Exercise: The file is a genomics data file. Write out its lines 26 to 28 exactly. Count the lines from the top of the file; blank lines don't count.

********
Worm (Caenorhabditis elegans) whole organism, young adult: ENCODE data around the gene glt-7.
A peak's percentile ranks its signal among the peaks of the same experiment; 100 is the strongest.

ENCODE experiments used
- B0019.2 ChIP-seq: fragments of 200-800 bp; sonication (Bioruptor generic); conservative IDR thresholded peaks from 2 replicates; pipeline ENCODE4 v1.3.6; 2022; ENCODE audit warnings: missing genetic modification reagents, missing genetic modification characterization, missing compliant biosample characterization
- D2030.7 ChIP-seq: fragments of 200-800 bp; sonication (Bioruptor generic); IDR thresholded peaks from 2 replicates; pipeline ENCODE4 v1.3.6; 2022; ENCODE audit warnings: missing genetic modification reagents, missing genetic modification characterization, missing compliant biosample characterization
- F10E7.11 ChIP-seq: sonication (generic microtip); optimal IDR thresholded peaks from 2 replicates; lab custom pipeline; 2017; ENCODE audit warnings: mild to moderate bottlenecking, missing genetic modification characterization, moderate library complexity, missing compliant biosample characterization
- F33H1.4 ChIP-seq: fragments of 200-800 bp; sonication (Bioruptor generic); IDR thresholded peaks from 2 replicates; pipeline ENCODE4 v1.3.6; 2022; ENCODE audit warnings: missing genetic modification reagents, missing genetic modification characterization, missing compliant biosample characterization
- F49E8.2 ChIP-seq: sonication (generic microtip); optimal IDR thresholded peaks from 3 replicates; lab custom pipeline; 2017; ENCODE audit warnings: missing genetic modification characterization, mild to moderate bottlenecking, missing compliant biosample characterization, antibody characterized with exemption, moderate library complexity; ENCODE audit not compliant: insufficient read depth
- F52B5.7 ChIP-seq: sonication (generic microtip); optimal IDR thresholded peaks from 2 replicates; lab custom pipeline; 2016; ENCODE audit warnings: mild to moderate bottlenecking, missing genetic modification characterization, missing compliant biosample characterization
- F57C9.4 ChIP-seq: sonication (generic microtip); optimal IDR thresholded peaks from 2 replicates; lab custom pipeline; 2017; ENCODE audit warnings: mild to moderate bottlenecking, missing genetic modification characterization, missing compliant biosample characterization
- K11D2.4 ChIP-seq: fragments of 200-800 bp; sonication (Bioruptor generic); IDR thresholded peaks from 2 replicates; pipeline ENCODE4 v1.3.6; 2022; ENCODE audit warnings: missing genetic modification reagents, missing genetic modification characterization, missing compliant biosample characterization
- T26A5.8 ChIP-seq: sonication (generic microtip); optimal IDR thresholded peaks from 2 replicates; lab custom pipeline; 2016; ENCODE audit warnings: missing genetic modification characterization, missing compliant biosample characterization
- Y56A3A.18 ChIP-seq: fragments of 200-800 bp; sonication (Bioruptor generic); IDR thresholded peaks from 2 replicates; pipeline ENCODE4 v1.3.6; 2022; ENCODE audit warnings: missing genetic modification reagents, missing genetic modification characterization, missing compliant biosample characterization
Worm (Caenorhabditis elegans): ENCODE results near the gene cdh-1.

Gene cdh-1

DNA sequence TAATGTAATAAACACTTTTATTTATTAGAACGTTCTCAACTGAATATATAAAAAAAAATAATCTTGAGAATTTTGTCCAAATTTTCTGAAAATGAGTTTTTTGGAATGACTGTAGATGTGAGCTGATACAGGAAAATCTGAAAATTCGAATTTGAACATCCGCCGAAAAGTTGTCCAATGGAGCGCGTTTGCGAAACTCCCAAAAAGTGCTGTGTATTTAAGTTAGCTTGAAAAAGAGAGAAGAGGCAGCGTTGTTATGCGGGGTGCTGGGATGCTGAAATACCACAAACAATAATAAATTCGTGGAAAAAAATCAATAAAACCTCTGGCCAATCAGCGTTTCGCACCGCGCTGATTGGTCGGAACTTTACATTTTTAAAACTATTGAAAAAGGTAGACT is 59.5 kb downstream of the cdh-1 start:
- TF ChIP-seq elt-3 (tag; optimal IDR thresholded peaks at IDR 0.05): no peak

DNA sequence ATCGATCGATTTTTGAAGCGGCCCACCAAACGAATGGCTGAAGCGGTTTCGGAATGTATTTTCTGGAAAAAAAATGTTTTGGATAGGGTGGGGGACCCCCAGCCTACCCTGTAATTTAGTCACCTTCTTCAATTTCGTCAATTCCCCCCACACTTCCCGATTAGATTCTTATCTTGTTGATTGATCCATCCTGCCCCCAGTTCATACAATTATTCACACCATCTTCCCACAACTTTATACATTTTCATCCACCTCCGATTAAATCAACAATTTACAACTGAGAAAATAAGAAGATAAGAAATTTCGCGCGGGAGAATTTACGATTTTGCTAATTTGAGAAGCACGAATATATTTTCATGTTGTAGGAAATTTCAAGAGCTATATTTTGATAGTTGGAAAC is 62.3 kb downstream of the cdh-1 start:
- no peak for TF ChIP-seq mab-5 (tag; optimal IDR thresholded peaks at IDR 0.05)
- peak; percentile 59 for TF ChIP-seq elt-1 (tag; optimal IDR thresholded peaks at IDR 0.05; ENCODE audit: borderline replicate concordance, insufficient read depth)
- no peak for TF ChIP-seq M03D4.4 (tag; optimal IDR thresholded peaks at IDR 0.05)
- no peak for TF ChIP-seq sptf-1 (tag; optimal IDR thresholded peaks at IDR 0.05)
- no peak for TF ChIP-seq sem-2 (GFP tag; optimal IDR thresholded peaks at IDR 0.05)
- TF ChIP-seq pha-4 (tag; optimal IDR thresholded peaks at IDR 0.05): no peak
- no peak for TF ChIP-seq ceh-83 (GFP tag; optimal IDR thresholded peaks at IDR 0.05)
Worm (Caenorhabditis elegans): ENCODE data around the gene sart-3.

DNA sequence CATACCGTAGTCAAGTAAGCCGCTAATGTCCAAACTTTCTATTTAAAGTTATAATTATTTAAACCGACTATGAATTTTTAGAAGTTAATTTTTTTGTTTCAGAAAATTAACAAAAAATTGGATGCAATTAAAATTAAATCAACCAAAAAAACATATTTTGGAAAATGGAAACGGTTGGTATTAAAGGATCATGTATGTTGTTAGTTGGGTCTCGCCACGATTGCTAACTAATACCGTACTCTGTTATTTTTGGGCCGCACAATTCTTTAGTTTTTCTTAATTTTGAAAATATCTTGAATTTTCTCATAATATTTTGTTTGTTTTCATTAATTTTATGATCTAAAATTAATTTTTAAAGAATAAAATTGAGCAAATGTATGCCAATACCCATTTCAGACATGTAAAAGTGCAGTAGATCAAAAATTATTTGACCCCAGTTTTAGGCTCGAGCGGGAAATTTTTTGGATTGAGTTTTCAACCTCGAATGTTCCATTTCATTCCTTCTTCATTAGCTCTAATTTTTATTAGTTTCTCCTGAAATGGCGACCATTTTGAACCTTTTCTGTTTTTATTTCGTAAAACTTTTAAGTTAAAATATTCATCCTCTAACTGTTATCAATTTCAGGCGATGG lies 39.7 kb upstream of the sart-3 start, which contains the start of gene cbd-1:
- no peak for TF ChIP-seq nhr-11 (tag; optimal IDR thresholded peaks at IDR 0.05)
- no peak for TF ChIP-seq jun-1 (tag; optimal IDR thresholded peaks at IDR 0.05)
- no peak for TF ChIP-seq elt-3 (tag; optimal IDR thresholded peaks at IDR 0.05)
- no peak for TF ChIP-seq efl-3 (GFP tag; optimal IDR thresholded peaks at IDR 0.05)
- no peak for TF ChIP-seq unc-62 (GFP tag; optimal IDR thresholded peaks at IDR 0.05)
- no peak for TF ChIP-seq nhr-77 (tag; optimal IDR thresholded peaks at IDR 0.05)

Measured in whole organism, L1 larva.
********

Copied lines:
Worm (Caenorhabditis elegans): ENCODE data around the gene sart-3.

DNA sequence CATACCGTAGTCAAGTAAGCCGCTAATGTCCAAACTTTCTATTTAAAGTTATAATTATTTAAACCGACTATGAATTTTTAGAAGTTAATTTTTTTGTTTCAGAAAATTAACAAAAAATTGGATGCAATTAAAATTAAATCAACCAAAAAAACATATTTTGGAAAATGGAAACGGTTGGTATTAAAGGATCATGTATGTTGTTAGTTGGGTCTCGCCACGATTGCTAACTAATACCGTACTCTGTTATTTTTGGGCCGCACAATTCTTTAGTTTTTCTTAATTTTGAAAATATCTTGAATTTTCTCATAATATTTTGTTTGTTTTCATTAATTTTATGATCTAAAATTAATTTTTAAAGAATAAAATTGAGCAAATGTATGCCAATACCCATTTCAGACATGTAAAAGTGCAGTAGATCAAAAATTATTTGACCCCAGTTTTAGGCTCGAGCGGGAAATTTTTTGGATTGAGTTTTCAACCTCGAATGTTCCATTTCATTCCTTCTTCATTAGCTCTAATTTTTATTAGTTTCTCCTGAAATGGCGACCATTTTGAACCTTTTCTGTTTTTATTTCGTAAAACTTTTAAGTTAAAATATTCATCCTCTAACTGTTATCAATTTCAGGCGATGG lies 39.7 kb upstream of the sart-3 start, which contains the start of gene cbd-1:
- no peak for TF ChIP-seq nhr-11 (tag; optimal IDR thresholded peaks at IDR 0.05)